In Summary
  • Mwangi says the followed the route to respond to needs of consumers who are increasingly becoming health conscious.
  • According to him, chilli pepper has a bio-chemical called capsaicin which repels all other pests and kills insects by causing membrane damage and metabolic disruption.
  • The crop takes about two months and two weeks to be ready for harvesting after transplanting.
  • Timothy Munywoki, a senior agronomist at Amiran-Kenya, says while it is possible to organically control pests, he advises that farmers should use commercially manufactured organic pesticides instead of herbal concoctions.

Timothy Mwangi bends to uproot a cauliflower vegetable from the soil before chopping off the curd off the plant’s swanky leaves.

“This is the procedure of harvesting cauliflowers,” Mwangi says as he carefully examines the plant.

“Once the curd — the white solid part of the vegetable — is harvested, the leaves are never discarded since they are as good as cabbages or collard greens,” adds Mwangi, the farm manager of Oleleshwa Farm in Narok West sub-county.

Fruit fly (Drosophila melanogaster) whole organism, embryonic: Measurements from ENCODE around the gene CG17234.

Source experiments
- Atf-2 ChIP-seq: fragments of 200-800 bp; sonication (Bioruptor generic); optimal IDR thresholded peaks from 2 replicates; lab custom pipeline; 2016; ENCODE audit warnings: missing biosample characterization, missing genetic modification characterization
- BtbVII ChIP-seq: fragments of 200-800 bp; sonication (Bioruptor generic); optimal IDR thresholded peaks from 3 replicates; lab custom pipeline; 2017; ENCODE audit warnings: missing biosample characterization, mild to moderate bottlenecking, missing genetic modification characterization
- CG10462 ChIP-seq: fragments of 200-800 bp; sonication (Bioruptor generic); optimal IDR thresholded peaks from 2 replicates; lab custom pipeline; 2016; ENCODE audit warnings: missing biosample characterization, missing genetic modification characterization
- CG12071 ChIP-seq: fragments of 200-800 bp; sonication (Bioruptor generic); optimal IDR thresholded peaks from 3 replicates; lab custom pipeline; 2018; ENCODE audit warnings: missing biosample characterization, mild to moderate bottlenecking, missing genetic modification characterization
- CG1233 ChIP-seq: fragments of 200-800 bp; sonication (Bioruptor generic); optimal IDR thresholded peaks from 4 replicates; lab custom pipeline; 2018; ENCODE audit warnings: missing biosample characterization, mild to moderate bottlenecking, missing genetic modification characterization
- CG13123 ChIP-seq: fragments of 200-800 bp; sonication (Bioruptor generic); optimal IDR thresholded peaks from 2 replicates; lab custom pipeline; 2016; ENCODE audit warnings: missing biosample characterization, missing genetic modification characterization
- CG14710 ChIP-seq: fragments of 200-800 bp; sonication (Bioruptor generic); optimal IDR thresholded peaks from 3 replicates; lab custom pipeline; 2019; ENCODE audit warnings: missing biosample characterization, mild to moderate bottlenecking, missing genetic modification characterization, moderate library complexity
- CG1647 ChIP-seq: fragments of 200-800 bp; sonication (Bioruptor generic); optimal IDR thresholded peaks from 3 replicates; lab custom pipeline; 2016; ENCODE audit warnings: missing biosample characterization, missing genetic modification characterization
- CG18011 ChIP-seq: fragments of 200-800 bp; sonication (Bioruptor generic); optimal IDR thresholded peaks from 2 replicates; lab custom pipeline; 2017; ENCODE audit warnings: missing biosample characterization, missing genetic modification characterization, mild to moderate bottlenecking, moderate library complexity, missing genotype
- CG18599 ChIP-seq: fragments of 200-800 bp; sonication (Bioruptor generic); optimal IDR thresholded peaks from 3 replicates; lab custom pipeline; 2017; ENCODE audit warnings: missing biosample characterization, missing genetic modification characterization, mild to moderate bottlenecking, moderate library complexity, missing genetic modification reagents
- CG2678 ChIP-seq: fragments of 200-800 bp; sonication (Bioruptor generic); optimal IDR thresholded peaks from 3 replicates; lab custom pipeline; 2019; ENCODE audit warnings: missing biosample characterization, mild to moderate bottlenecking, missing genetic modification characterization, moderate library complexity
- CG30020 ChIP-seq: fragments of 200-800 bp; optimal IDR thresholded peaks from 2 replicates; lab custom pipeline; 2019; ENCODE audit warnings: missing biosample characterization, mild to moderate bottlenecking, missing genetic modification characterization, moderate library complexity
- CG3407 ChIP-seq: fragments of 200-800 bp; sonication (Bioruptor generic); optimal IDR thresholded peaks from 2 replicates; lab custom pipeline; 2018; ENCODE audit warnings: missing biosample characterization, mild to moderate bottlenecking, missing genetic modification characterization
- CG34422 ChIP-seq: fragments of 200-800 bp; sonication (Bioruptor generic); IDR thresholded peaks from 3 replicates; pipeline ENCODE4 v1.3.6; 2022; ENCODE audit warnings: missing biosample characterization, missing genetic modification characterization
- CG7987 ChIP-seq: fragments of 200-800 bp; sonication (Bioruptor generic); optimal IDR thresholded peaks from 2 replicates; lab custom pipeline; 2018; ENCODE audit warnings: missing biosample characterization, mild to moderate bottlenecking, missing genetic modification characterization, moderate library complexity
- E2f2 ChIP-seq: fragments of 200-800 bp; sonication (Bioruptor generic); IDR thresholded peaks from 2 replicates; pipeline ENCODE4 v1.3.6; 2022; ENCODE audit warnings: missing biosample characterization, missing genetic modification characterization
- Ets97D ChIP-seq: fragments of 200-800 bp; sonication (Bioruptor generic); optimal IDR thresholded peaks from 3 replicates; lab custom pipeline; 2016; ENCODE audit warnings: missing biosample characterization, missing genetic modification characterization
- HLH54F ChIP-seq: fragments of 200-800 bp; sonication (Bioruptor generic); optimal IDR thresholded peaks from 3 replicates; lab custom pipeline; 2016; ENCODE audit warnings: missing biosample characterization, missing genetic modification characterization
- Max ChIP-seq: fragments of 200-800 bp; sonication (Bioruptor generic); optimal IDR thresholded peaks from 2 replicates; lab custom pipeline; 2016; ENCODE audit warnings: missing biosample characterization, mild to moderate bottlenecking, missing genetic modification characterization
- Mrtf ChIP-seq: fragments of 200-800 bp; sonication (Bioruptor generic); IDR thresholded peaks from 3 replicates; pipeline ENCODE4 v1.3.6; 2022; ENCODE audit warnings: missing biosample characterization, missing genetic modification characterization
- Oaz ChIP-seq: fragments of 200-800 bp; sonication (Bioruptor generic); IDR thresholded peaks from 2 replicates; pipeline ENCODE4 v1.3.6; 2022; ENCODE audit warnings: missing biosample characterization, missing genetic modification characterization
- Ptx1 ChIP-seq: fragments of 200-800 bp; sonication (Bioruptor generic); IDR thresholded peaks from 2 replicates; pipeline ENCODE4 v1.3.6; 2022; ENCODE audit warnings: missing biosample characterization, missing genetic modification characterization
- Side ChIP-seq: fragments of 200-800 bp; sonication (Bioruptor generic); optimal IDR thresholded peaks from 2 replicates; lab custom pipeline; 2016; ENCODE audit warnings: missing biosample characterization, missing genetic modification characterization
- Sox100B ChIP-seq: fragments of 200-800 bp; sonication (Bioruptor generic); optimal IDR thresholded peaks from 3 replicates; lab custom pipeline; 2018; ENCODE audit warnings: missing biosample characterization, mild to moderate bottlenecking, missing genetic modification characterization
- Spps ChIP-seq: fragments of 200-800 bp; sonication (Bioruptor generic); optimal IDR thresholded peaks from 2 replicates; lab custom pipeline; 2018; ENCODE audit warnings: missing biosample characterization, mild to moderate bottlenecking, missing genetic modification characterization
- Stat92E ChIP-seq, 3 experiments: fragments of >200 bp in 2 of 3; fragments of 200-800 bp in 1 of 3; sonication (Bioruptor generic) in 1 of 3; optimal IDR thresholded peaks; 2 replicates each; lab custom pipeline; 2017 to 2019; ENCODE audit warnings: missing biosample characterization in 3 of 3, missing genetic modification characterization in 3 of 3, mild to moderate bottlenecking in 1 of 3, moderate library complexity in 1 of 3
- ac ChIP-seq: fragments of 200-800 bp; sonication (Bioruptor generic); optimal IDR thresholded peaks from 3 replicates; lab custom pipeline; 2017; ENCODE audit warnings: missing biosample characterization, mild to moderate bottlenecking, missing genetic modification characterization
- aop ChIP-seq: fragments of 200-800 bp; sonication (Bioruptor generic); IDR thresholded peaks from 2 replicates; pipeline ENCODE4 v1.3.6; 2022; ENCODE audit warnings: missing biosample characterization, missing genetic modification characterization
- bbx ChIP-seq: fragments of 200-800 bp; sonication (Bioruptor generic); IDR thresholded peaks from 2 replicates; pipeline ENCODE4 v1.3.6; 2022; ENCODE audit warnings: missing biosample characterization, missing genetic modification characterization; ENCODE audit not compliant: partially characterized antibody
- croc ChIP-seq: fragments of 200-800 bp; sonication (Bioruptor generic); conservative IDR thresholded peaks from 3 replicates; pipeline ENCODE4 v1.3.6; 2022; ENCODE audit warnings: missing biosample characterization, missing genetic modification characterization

The 15-acre farm stands out as a pristine food forest and grows a variety of vegetables and fruits without use of any chemicals.

They include red cabbages, broccolis, carrots, butternut, grafted oranges, pawpaws, apples, lemon and passion fruits, all which are grown organically.

“We use animal manure as our fertiliser while we mix herbs to control pests.”

Mwangi says the followed the route to respond to needs of consumers who are increasingly becoming health conscious.

“People are becoming very selective and specific in what they eat, and as a result, organically produced commodities are now popular.”

To compose organic pesticides, they mix hot chilli with onions then mash together before mixing them with vinegar. The concoction is then boiled.

“To make the concoction, we slice four pieces of onions, then mix with 0.5kg of chilli. We then dilute with three cups of water and boil it. A pinch of vinegar is then added to the solution,” he offers, adding that three cups of the solution is diluted with 10 litres of water during spraying.

With the organic pesticide, the farm is able to keep away stubborn pests such as thrips, caterpillars and aphids, and powdery mildew disease.

“This concoction has been very effective in controlling pests. We have never used chemicals in pest control since we started,” he says.

According to him, chilli pepper has a bio-chemical called capsaicin which repels all other pests and kills insects by causing membrane damage and metabolic disruption.

The farm also grows tomatoes and pepper in 12 greenhouses and vegetables in the open field.

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